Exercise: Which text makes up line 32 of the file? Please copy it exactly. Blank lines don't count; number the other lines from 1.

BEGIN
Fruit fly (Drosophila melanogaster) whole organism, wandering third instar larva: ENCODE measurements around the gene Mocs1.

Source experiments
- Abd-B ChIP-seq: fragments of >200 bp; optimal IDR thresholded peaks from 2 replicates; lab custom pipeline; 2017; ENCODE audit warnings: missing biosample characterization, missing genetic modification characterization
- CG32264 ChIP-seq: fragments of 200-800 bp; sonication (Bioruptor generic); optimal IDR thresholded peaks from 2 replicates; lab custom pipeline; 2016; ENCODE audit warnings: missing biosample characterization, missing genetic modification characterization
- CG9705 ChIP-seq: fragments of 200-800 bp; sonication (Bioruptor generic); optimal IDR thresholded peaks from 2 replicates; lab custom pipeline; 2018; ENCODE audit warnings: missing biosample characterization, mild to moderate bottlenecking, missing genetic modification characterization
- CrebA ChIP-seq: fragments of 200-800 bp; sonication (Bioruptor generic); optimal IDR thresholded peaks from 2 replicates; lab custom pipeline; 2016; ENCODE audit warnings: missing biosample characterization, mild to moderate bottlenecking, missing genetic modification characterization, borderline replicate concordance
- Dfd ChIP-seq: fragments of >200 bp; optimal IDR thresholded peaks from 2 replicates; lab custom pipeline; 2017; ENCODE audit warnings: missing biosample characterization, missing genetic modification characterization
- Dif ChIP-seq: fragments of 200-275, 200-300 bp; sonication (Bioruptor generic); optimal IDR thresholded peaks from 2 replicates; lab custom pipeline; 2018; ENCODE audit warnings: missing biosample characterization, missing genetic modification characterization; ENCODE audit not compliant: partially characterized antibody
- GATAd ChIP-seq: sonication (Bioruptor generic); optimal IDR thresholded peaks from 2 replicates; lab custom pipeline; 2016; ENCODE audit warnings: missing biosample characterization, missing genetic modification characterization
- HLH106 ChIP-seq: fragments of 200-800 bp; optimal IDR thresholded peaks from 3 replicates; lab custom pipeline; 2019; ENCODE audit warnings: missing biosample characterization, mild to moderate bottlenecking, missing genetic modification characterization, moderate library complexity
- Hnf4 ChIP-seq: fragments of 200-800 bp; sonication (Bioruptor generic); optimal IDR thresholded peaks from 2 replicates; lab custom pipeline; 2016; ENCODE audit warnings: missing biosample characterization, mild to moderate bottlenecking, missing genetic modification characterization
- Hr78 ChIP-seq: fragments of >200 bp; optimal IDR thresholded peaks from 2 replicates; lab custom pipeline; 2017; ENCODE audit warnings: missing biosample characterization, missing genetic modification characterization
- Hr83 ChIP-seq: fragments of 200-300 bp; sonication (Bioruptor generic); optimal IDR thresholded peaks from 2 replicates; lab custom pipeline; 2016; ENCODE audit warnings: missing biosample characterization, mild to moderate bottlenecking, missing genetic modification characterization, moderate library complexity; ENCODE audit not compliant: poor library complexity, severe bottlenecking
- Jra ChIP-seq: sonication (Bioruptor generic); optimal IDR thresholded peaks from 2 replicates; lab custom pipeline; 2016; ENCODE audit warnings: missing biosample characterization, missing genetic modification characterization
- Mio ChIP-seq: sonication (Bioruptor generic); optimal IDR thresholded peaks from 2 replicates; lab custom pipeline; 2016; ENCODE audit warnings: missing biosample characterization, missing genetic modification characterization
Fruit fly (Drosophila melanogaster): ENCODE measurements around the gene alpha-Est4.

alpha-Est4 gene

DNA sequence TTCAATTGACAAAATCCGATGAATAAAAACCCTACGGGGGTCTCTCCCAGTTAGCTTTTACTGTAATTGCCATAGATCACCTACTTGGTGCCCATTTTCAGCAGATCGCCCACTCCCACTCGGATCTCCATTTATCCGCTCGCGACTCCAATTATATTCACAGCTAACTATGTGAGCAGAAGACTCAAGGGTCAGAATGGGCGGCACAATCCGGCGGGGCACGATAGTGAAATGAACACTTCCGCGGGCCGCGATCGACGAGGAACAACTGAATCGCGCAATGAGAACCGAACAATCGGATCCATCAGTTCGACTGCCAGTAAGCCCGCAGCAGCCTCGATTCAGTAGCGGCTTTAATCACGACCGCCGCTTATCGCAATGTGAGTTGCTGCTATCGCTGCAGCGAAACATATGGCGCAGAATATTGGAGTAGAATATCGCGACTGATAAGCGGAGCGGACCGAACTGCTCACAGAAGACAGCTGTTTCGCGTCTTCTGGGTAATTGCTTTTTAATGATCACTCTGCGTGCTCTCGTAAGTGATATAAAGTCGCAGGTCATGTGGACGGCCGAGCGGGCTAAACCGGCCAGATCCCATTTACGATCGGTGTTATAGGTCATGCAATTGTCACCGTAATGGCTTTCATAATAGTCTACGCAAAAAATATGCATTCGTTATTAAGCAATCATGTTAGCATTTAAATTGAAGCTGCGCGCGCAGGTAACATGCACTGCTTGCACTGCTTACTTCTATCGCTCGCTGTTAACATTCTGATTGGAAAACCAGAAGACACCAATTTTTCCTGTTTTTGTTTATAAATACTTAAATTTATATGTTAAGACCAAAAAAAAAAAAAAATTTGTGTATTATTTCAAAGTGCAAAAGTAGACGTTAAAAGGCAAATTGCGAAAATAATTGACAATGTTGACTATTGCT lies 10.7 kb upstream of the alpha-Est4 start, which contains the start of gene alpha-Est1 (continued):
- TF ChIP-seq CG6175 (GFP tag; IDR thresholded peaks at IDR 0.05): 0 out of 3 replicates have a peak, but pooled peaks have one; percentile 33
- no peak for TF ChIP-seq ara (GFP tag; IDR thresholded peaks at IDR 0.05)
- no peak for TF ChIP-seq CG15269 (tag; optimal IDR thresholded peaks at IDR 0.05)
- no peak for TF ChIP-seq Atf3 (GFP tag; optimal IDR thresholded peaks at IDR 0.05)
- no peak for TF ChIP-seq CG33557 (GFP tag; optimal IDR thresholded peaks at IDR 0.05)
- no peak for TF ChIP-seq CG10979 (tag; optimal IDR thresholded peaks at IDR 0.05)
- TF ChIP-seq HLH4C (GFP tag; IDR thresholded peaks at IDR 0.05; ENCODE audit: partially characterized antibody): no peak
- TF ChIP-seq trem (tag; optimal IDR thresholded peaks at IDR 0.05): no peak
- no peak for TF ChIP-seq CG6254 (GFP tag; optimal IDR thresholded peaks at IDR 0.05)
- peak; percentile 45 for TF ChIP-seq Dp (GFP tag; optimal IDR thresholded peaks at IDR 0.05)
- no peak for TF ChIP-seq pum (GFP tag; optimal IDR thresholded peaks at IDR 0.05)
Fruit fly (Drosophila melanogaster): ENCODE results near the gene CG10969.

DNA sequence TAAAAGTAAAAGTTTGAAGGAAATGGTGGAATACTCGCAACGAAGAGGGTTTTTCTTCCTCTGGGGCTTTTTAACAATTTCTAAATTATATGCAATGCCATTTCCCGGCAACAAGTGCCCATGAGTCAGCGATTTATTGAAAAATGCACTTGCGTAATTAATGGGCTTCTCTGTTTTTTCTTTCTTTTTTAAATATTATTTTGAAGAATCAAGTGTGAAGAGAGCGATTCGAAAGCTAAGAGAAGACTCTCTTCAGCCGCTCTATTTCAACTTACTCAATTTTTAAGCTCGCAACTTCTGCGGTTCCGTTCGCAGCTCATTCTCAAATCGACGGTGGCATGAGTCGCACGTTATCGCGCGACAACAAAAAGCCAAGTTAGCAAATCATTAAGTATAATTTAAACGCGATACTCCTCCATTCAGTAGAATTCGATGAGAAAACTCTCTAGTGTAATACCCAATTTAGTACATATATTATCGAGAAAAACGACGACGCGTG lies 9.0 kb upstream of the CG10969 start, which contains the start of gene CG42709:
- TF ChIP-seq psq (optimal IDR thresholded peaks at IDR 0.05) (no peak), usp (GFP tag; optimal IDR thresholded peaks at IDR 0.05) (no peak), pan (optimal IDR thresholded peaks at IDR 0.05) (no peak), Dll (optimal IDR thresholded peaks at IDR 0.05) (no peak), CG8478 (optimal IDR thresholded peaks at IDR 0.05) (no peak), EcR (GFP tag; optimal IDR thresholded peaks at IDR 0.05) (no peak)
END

- TF ChIP-seq psq (optimal IDR thresholded peaks at IDR 0.05) (no peak), usp (GFP tag; optimal IDR thresholded peaks at IDR 0.05) (no peak), pan (optimal IDR thresholded peaks at IDR 0.05) (no peak), Dll (optimal IDR thresholded peaks at IDR 0.05) (no peak), CG8478 (optimal IDR thresholded peaks at IDR 0.05) (no peak), EcR (GFP tag; optimal IDR thresholded peaks at IDR 0.05) (no peak)